Over 50 UGA students are part of the cast and crew for “Shrek the Musical.” TRISTEN T. WEBB/Provided
ATHENS — It’s a story reflecting the message of Psalm 139, that each and every person is “fearfully and wonderfully made.” It’s a story in line with the Gospel message, that although everyone may feel “other,” in Christ “we’re all one big family in our otherness.”
That’s the true heart of “Shrek the Musical” according to Doug Goodin, director and member of the University of Georgia’s Baptist Collegiate Ministries, and Jerry Johnson, campus minister.
From Feb. 28- March 1, the UGA BCM will be facilitating this musical performance to raise funds for Send Me Now summer missions. Thirteen UGA students will be participating in summer missions through the Georgia Baptist Collegiate Ministry.
The performances will be at the historic Morton Theatre in downtown Athens, with coffee and dessert being served before each of the four performances. Around 400 seats are left, and tickets are $22 ($15 for students).
This is the 39th year for the dessert theatre fundraiser, but the first time it is held at the Morton Theatre. While this move was practical for the sake of BCM building renovations, one of the hopes is that the performance reaches out to the community at large and more of the student body.
The message of Shrek
The production – produced, directed, orchestrated, and performed by UGA students – is an outreach at heart. Many of the students are not involved in the BCM, but at each rehearsal take part in a devotional time. In return, they get to put on their resume this official acting experience.
“This is an outreach of the BCM to reach out and share the love of Christ and the Gospel by way of the message of ‘Shrek,’” Johnson said.
For Goodin, in his third year as a Theatre and Political Science major at UGA, the message really hits home.
“I struggled a lot in my life with body image issues and body shaming. Specifically, last year was just a very dark time in my life. However, through studying Scripture – especially Psalm 139 and how God created us in his own perfect design – I got through that time,” he shared.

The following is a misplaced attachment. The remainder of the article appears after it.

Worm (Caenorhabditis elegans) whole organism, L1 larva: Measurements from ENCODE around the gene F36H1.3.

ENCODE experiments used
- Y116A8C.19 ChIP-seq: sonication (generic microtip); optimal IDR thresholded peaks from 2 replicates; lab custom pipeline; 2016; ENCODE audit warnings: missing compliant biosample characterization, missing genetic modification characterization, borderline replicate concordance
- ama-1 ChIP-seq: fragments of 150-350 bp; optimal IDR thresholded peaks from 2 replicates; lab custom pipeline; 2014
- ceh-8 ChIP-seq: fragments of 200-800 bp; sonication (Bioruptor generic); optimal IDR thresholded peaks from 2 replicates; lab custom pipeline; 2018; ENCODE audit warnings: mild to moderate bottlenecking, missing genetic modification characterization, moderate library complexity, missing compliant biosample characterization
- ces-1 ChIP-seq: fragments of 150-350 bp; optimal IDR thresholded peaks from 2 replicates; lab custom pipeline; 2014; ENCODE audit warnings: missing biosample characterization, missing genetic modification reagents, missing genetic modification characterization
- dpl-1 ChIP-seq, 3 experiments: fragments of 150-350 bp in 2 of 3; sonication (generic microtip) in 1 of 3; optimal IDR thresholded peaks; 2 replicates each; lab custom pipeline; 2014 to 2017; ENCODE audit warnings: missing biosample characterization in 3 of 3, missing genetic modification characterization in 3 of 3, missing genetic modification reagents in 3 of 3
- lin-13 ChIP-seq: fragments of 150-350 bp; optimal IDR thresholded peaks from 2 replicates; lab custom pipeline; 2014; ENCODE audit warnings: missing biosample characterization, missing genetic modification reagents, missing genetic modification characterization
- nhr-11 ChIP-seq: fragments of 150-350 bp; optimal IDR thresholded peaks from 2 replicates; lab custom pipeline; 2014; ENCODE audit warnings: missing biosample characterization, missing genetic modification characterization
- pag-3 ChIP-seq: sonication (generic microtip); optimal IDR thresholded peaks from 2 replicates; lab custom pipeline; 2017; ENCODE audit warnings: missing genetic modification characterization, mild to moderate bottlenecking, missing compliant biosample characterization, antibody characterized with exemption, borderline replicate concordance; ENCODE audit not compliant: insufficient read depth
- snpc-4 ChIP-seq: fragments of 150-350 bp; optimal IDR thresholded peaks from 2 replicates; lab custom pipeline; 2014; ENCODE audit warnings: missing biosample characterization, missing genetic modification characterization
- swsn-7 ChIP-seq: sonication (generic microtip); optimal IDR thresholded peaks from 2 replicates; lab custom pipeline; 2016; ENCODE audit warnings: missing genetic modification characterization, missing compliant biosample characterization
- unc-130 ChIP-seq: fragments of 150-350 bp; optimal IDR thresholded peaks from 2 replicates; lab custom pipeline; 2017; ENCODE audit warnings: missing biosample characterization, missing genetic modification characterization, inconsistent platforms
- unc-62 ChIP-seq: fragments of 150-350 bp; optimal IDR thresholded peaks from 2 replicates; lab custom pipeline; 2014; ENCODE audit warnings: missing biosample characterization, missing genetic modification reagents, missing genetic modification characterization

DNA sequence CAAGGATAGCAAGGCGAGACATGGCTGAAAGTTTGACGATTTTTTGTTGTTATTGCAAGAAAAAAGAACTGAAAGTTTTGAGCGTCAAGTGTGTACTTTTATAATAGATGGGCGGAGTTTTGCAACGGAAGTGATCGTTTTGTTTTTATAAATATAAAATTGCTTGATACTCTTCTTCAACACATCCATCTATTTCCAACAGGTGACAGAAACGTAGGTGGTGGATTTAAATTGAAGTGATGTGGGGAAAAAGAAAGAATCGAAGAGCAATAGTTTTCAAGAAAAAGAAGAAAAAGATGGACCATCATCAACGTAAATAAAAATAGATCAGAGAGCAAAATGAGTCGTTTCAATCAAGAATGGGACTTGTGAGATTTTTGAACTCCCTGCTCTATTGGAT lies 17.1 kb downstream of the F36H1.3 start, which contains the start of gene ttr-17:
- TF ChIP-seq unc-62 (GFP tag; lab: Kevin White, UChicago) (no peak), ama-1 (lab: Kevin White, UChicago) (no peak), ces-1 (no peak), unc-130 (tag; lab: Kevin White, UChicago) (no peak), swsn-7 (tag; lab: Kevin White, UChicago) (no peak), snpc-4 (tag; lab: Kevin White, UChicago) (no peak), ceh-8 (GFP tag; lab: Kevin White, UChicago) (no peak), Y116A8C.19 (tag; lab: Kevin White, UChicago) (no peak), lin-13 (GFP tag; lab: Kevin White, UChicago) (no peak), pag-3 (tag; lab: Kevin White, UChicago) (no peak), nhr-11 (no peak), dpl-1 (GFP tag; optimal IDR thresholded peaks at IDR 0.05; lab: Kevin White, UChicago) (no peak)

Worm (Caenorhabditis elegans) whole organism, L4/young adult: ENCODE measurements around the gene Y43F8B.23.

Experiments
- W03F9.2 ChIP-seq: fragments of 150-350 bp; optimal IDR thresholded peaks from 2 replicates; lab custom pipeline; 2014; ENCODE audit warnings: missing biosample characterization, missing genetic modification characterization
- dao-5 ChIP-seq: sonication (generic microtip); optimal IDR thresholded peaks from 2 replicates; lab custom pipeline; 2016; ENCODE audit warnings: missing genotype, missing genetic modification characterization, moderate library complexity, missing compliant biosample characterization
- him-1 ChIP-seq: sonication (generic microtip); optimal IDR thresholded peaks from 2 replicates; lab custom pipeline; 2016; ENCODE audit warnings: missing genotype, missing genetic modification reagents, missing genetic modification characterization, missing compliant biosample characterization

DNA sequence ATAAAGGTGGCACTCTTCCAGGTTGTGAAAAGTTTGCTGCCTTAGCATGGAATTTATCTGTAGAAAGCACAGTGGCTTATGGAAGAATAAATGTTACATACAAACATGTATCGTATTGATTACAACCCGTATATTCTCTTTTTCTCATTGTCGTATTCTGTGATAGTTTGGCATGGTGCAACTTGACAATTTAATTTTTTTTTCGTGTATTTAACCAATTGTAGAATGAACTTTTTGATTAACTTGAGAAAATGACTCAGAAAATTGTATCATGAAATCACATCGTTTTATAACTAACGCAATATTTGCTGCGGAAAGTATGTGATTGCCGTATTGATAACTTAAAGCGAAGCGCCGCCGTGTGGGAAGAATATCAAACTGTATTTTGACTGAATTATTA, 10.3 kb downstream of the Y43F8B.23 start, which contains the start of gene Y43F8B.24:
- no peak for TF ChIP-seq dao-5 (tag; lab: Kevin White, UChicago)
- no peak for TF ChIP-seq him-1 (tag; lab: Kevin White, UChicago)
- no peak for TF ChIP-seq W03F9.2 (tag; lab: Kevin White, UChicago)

“So, when I was trying to pick a show, I was really looking for a story that would appeal to not only Christians in the audience but also college students in general,” Goodin continued.
“When I looked at Shrek, that’s a show where every character wakes up and they see something they do not like in the mirror. And it’s only when they realize their inner beauty, when they realize they were made exactly the way they were meant to be made – they’re not a mistake – they’re lives are not some cruel joke – it’s only at that point they look in the mirror and find the things they like about themselves. They look in the mirror and say, ‘I do like what I see.’ That’s honestly what drew me to the show.”
In a culture desperately in need of this message, “This show just really preaches, ‘No, you were made exactly the way God intended you to be made.’ That’s why I think this is such an important show for Christians at this time, for college students at this time, for this culture. That’s why I think this is such a good show for that.”
“Man, I’m just honored to be in the shadow of this things. It’s an awesome production, top quality,” Johnson remarked after sitting in on a rehearsal.
For more information, contact the BCM @ UGA at (706) 549-2747. To purchase tickets, visit mortontheatre.com.
Myriah Snyder serves as content editor for The Christian Index.